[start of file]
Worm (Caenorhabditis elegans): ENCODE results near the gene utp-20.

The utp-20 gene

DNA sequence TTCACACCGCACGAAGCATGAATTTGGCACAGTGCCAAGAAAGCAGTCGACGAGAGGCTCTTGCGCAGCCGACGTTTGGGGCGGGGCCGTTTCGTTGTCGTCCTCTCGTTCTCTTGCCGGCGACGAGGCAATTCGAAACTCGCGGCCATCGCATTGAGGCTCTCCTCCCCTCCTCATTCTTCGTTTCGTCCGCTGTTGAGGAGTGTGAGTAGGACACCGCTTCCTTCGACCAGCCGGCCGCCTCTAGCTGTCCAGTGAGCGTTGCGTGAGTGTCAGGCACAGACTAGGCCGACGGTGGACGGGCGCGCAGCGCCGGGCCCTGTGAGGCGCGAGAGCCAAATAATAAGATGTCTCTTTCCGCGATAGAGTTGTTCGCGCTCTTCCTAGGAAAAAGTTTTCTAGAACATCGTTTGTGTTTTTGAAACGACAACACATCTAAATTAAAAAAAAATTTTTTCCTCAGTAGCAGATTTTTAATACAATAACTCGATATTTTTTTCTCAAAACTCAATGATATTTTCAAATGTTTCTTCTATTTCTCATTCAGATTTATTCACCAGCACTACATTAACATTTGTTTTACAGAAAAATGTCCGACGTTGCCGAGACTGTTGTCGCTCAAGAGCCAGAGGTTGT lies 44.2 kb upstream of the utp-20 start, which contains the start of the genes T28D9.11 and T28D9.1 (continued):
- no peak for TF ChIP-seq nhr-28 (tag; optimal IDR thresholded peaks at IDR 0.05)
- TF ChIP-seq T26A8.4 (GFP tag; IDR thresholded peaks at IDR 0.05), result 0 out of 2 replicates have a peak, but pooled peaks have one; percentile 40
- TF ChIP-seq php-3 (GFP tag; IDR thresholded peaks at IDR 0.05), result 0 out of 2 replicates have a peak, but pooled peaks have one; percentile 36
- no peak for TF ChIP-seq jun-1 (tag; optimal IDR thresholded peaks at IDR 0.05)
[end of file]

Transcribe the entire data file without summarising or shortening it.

Worm (Caenorhabditis elegans): ENCODE results near the gene utp-20.

The utp-20 gene

DNA sequence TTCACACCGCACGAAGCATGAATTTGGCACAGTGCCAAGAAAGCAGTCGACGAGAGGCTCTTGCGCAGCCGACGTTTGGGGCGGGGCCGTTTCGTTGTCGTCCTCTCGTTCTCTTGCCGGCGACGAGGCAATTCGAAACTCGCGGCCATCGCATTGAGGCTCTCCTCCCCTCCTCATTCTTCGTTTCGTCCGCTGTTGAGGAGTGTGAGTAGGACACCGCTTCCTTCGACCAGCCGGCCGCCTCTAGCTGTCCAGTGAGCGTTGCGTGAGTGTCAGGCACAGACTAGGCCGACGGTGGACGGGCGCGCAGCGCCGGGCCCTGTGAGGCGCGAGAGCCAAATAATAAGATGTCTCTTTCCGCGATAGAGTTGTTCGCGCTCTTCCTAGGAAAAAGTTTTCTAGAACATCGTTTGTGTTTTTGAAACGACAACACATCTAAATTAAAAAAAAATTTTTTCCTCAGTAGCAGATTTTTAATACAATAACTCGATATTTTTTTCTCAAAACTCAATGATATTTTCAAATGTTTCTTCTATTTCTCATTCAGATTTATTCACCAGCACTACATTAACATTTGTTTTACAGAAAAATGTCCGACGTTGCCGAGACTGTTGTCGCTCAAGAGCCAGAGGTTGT lies 44.2 kb upstream of the utp-20 start, which contains the start of the genes T28D9.11 and T28D9.1 (continued):
- no peak for TF ChIP-seq nhr-28 (tag; optimal IDR thresholded peaks at IDR 0.05)
- TF ChIP-seq T26A8.4 (GFP tag; IDR thresholded peaks at IDR 0.05), result 0 out of 2 replicates have a peak, but pooled peaks have one; percentile 40
- TF ChIP-seq php-3 (GFP tag; IDR thresholded peaks at IDR 0.05), result 0 out of 2 replicates have a peak, but pooled peaks have one; percentile 36
- no peak for TF ChIP-seq jun-1 (tag; optimal IDR thresholded peaks at IDR 0.05)